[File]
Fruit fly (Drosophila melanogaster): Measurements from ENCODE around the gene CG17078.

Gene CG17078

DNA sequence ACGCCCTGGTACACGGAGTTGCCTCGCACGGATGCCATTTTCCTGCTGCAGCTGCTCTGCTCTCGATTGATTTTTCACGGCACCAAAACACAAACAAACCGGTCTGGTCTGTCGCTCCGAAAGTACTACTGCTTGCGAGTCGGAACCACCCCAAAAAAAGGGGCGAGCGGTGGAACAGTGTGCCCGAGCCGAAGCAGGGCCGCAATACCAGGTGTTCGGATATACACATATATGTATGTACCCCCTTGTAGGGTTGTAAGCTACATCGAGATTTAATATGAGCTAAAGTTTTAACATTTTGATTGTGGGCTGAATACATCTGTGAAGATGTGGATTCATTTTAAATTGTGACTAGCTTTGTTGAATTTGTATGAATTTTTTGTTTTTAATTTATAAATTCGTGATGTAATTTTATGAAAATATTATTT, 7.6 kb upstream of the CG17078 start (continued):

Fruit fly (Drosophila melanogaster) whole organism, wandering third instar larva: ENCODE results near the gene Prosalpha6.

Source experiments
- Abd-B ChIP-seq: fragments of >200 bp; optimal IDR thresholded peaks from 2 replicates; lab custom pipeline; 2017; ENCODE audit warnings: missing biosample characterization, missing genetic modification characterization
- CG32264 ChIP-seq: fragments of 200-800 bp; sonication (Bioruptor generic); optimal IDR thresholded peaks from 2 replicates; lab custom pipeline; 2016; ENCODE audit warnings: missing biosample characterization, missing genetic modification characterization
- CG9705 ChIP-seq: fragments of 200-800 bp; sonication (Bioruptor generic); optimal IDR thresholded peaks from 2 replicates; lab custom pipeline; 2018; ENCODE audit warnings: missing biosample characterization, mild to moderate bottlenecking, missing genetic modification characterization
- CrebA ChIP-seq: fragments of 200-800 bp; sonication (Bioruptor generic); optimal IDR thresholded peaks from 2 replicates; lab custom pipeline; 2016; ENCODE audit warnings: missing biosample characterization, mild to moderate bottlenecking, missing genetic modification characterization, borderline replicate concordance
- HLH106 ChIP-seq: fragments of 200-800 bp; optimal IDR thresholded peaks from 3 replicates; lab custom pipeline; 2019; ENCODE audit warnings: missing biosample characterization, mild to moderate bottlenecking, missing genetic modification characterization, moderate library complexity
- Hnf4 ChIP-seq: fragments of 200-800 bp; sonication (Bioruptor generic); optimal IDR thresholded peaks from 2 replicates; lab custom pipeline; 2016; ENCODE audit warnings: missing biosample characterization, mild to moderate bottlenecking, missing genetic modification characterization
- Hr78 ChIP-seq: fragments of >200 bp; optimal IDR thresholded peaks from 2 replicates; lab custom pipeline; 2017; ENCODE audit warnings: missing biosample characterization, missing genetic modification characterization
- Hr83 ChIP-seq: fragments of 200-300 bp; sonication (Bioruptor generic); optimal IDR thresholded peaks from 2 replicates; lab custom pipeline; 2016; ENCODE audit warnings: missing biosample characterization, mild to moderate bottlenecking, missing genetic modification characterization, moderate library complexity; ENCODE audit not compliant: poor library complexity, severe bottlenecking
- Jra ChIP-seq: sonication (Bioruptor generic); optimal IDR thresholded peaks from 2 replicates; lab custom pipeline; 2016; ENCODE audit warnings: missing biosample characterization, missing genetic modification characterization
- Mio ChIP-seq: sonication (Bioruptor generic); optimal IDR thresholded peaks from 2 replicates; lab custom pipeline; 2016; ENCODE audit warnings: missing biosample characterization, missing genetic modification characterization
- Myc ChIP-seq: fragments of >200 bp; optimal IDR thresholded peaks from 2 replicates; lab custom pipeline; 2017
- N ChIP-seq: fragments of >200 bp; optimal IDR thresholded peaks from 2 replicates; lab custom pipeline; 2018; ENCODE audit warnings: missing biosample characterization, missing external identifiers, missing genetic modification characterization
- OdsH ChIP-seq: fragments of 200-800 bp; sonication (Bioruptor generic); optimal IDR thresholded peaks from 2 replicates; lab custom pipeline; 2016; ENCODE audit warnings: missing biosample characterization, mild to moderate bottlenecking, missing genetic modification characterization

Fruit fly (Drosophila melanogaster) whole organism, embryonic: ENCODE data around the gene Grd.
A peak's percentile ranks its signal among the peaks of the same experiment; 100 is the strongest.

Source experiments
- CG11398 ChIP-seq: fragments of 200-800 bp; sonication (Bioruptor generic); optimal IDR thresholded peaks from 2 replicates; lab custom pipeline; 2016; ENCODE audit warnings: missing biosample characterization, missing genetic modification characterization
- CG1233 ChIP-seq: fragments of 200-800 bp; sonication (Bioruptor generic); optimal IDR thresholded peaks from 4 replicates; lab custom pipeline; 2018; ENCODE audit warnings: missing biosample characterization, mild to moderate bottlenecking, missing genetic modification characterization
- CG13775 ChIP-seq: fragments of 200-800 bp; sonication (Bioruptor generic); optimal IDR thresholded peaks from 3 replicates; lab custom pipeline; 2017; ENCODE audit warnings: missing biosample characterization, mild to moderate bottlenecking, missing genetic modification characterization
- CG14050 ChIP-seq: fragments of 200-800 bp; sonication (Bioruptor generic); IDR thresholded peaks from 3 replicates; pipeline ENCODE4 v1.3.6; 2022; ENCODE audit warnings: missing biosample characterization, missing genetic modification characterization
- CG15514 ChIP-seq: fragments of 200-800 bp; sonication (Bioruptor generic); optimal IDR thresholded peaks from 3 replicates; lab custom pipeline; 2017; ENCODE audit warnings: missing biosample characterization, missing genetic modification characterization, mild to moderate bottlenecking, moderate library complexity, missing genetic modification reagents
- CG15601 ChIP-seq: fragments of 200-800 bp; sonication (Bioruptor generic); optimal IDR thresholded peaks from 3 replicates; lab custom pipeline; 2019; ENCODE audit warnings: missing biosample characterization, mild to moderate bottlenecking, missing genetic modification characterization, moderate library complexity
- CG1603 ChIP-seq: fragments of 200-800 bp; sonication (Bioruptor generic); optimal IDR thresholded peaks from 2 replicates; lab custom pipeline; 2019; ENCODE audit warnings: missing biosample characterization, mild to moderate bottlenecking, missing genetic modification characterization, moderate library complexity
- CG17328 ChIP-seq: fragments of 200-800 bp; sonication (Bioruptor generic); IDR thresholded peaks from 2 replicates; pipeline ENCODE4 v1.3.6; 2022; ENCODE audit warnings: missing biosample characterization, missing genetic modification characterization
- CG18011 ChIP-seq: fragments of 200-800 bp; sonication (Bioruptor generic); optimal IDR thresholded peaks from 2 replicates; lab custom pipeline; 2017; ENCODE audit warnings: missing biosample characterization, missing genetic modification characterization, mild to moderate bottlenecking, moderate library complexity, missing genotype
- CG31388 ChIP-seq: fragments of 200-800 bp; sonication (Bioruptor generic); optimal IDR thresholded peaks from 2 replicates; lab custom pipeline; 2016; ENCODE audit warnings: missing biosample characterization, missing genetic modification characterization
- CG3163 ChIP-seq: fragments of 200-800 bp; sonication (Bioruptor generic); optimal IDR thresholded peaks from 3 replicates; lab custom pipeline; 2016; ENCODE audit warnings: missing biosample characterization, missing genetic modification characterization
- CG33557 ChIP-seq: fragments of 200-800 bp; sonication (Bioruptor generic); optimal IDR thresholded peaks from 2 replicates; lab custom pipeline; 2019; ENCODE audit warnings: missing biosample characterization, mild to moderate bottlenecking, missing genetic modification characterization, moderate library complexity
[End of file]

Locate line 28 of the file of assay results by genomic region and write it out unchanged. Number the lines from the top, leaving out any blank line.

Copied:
- CG1603 ChIP-seq: fragments of 200-800 bp; sonication (Bioruptor generic); optimal IDR thresholded peaks from 2 replicates; lab custom pipeline; 2019; ENCODE audit warnings: missing biosample characterization, mild to moderate bottlenecking, missing genetic modification characterization, moderate library complexity